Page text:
Biliary Pancreatitis: Operative Outcome with a Selective Approach

Wayne H. Schwesinger, Carey P. Page, Kenneth R. Sirinek, Barry A. Levine, J. Bradley Aust

Research output: Contribution to journalArticlepeer-review

27 Scopus citations


To evaluate the efficacy of a selective approach to biliary pancreatitis, we reviewed the outcomes in 276 consecutive patients undergoing operations for this diagnosis during a 7-year period. Initial conservative therapy resulted in elective operations in 63% and urgent operations in 37%. Only 10 patients (3.6%) required primary pancreatic operations, 50% of them as emergencies. The proportion of common duct surgical explorations fell from 70% of those operated immediately after hospital admission to 20% by the third hospital day. Overall mortality was 1.8% but was increased to 30% in patients having an initial pancreatic operation. We conclude that a selective approach to biliary pancreatitis allows the operation to be performed electively in most patients and is associated with a low mortality and an acceptable length of stay. Most common duct stones pass spontaneously permitting cholecystectomy alone.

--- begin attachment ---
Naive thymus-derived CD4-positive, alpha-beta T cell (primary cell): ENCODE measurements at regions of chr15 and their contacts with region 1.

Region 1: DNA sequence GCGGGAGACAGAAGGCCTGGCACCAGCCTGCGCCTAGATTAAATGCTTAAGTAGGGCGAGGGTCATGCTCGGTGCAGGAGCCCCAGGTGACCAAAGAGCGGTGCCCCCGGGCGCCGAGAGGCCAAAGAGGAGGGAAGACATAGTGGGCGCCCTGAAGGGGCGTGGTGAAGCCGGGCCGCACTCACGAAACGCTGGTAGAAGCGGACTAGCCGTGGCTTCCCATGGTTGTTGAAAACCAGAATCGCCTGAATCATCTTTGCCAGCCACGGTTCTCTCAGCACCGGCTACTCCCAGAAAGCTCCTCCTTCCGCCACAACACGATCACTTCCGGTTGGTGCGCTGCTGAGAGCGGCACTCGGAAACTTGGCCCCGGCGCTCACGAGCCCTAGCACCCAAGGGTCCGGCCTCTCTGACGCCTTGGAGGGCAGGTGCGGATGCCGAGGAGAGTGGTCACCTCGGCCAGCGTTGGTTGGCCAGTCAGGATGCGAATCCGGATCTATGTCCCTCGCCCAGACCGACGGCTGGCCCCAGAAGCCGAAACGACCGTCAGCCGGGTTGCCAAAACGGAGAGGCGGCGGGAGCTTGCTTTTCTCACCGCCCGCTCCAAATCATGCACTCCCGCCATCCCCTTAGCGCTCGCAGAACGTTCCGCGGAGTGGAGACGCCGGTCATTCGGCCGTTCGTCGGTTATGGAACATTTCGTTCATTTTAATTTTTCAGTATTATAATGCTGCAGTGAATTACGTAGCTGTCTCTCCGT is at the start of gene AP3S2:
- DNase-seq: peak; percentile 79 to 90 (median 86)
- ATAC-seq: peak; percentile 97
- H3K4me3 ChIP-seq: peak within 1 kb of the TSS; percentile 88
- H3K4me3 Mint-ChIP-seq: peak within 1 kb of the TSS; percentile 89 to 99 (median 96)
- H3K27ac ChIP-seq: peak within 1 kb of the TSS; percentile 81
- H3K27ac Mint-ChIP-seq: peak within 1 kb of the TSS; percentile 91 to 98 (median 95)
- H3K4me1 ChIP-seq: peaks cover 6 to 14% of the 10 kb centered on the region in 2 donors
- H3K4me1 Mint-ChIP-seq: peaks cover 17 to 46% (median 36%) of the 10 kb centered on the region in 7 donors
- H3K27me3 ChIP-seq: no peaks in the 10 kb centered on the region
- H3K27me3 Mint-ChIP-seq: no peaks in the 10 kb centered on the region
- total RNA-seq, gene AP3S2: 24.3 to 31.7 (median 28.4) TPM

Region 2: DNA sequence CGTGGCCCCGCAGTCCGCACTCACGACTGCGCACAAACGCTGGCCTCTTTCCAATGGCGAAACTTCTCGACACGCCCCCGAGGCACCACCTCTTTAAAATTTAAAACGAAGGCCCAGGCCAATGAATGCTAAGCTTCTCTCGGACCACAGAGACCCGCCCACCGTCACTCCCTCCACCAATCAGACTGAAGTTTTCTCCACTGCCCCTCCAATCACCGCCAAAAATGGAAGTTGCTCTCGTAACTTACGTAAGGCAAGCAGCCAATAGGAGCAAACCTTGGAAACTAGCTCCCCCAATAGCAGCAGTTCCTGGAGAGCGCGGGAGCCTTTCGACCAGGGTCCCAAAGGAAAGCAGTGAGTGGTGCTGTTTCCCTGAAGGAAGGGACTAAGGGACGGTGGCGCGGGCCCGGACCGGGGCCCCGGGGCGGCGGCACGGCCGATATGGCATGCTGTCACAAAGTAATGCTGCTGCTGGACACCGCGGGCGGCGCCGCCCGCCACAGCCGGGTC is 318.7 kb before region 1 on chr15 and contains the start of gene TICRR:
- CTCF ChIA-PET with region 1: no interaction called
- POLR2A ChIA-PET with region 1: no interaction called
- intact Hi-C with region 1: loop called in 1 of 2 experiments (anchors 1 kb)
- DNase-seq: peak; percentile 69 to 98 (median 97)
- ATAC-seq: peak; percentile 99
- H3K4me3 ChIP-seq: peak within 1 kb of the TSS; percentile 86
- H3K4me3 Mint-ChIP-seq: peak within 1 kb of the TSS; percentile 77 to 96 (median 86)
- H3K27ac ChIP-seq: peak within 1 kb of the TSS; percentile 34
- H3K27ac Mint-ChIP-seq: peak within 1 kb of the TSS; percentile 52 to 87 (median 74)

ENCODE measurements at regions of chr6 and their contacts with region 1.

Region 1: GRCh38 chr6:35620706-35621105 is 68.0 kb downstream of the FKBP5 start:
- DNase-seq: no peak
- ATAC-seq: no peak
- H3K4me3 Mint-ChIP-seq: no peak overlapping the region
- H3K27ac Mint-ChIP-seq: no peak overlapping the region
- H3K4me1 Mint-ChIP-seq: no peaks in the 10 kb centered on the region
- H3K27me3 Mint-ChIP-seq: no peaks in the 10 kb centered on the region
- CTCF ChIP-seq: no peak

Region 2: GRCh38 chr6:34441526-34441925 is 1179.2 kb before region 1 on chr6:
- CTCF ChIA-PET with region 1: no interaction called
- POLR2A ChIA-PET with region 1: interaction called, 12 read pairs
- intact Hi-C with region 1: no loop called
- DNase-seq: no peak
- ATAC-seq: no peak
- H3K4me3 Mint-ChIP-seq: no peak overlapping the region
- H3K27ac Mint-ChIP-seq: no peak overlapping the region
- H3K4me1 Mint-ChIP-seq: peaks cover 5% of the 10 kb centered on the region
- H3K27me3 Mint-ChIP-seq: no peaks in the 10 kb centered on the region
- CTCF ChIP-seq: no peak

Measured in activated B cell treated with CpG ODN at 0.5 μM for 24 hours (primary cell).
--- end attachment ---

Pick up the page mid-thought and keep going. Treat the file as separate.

Original languageEnglish (US)
Pages (from-to)836-840
Number of pages5
JournalArchives of Surgery
Issue number7
StatePublished - Jul 1991

ASJC Scopus subject areas

  • Surgery


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